HomeOpinionBracing for another Kariba draft

Bracing for another Kariba draft

THE Parliamentary Constitution Committee (Copac)   outreach  programme ends  this month. As has been argued by the NCA, ZCTU and Zinasu  it was characterised by political party dominance as opposed to a democratic pursuit of the people’s views.

But as is typically characteristic of our inclusive government, attempts will be made to force Zimbabweans to swallow a bitter but totally ineffective pill.  
At the recent 11th anniversary commemoration of the formation of the MDC,  party president Morgan Tsvangirai indicated that supporters should not worry about the outreach programme of Copac. Instead, he stated, all problems around the constitutional reform process would be addressed via a negotiated process —  a statement that in effect confirmed the uselessness of the Copac process for all its pretence at being democratic and independent. 
So once again, Zimbabweans shall be asked to compromise for the sake of “progress” as defined by Zanu PF, MDC-T and MDC-M — the parties to the inclusive government.  That millions of taxpayers’ money, both Zimbabwean and foreign, have been spent on an outreach programme that never achieved anything in particular is a fact that the political leaders would have us ignore. Instead, they ask of us a complete trust in their ability to pursue a democratic path behind the closed doors of Munhumutapa building.
Essentially, they are asking us to prepare for the second coming of the Kariba Draft constitution. It may not be named the “Kariba draft” again seeing as Copac will be trying to save face. However, the negotiations around it will be similar in character and import to those that led to drafting and appending of signatures to the Sadc mediator-endorsed Kariba draft.
Like the processes in 2007 that led to the meeting of parties on a boat in Kariba, the constitutional negotiations that the MDC president mentions will be done with elections in mind. The three political parties that comprise the inclusive government will negotiate with daggers drawn behind their backs because their primary target is the acquisition of power by pretence to being democratic. In other words they are turning our country’s political clock backwards as though they never had an inclusive government.
Naturally they will play the blame game on who is not functioning in the interests of the people or the “findings” of Copac. This is because they would want their particular party’s constitutional principles to be endorsed over and above those of their rivals. This will include the regular threat of campaigning for a “No”’ vote against the draft at the referendum. Even Zanu PF, for the first time in Zimbabwe’s history, will threaten to vote against a government document.
The truth of the matter is that none of the political parties in the inclusive government are going to campaign for a rejection of their own baby. They are simply going to negotiate again and again. If need be, they will declare deadlocks and take the issue up with the Sadc mediator, until they reach some sort of agreement on the form and nature of the executive. And then they will all campaign for what they would want to call an overwhelming acceptance of their negotiated draft.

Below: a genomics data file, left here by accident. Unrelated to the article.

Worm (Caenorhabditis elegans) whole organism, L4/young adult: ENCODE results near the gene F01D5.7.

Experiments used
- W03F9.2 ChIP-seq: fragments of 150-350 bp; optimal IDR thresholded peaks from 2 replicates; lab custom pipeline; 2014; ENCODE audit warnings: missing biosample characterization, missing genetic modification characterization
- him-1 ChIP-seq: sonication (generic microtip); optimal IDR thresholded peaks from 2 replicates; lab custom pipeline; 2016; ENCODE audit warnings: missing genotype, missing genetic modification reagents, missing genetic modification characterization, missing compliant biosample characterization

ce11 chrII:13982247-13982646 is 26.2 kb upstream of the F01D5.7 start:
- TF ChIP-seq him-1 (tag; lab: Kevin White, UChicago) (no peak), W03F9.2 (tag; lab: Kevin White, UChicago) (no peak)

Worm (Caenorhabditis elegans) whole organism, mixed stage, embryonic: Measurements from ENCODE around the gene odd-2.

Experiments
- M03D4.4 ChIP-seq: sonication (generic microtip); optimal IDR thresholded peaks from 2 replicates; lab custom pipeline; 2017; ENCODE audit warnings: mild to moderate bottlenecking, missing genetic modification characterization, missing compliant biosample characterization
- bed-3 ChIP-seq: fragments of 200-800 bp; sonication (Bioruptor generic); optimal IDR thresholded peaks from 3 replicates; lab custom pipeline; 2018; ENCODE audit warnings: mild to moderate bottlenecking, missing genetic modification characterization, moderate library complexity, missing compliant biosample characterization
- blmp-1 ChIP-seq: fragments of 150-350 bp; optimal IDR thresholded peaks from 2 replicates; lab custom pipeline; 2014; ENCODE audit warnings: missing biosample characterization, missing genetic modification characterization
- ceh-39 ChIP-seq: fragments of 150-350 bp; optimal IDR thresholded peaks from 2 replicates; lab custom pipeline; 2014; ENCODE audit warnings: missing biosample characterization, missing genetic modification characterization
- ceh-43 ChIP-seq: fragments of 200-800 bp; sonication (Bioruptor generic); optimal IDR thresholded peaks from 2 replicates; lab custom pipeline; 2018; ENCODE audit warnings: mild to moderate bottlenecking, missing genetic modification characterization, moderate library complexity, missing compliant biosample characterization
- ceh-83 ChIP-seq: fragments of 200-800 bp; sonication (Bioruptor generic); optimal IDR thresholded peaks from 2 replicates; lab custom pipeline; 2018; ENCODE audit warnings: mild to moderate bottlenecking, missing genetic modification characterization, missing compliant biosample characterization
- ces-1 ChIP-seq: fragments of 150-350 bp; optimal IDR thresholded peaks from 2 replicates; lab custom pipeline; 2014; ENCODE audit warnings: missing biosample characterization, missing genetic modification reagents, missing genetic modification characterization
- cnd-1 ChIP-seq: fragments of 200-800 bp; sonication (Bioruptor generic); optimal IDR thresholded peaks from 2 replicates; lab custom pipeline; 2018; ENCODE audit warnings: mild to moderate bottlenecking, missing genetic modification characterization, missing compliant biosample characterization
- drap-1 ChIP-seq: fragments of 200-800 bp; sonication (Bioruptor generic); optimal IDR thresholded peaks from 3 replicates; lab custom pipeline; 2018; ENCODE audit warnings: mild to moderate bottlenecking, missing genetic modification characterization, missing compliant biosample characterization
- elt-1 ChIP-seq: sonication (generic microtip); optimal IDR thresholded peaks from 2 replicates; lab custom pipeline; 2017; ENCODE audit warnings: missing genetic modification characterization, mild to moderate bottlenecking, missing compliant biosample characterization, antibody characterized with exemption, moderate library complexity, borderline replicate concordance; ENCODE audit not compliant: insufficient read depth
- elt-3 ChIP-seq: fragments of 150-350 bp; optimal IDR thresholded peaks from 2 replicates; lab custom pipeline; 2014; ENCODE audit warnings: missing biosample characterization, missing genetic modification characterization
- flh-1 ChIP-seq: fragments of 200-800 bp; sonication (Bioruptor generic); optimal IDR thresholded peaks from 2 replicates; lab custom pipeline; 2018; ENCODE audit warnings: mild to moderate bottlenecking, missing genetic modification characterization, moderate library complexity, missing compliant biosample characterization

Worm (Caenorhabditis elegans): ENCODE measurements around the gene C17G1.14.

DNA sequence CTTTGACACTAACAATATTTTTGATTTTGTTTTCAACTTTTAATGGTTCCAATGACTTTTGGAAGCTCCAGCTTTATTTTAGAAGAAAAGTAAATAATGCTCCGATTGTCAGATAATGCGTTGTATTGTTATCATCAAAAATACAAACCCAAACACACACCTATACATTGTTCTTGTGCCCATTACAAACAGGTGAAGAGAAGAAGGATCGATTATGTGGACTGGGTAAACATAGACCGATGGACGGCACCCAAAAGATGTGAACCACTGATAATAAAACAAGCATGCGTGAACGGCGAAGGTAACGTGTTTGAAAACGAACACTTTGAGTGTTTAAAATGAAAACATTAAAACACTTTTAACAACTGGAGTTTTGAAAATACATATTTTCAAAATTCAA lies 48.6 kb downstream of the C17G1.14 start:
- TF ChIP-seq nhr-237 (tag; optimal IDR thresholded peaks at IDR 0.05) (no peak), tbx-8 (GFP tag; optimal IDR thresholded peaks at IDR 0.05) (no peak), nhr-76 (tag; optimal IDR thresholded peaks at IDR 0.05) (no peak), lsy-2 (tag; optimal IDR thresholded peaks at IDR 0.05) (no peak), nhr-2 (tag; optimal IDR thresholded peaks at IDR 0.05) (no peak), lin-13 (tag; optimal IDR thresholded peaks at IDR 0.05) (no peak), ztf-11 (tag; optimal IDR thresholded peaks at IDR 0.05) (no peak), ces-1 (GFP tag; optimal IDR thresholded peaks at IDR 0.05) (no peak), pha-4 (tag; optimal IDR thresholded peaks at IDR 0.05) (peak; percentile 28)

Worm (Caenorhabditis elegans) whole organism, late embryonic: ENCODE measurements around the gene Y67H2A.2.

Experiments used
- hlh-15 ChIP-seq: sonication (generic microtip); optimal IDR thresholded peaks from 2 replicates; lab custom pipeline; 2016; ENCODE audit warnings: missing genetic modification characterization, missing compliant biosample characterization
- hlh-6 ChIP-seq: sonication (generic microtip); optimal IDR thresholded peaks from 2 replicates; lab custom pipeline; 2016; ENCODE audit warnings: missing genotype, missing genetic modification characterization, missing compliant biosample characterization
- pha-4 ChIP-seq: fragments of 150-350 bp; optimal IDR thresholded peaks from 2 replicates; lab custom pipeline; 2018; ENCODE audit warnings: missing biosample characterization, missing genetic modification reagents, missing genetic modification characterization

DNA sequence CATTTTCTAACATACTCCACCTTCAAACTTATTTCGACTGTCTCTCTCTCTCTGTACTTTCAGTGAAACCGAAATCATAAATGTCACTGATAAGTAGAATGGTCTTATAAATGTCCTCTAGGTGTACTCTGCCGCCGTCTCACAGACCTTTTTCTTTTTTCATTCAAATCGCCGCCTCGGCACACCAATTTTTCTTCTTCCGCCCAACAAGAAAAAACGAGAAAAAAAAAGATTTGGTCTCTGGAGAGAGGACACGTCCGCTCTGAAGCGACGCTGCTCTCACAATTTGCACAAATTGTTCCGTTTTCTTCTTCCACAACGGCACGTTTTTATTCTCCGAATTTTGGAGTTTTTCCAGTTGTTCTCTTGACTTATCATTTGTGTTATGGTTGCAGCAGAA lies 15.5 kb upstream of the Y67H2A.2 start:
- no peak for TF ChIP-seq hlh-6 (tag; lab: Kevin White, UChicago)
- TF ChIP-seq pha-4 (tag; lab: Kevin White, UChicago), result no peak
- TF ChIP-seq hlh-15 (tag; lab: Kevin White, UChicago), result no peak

What they however potentially miss out on is an understanding of the full political ramifications of their Kariba 2 draft constitution.  A joint campaign for a “Yes” vote to the draft would be a perpetuation of their inclusive government and an expectation of the public to understand the same.
It will also mean that in the event of a general election, there should be the acceptance of the possibility of the formation of another inclusive government by way of electoral result, especially if the draft contains a proposed executive that includes a president and a prime minister.   
Further, were such a general election to be held, the term of office of the resultant government would no longer be subject to the implied time frame of the GPA. Instead, it would have to last for the full five-year term, and therefore have an aura of permanence.
Secondly, because clauses on property rights, especially as regards land and minerals, will be controversial no matter how many compromises the MDCs may have arrived at, the joint campaign will be viewed unfavourably by the international community. This is because Zanu PF will present these property clauses as a finalisation of its Third Chimurenga, regardless of counter narratives of the MDCs.  It will potentially mean a triumph of one party over the others and because of a joint “Yes” campaign, will have Sadc’s endorsement.
Thirdly, the confusion that will engulf greater components of civil society will serve to give the inclusive government immunity from direct or popular criticism. Arguments concerning the opportunities for a reformed Zimbabwe will be ubiquitous in so far as they relate to a continued availability of funding for pursuing a path palatable to those with the money to spend. This debate will attempt to hoodwink Zimbabweans into accepting false change on the basis of the fact that the endorsement of the process by the still popular MDC-T is beyond reproach.
So as it is, Zimbabweans must brace to be inundated with a Kariba 2 draft constitution with all the media and political spin that will come with it. It will most likely yield another inclusive government should it be the framework through which a general election is held. Except that such an inclusive government will be more permanent.


Takura Zhangazha can be contacted on kuurayiwa@gmail.com


By Takura Zhangazha

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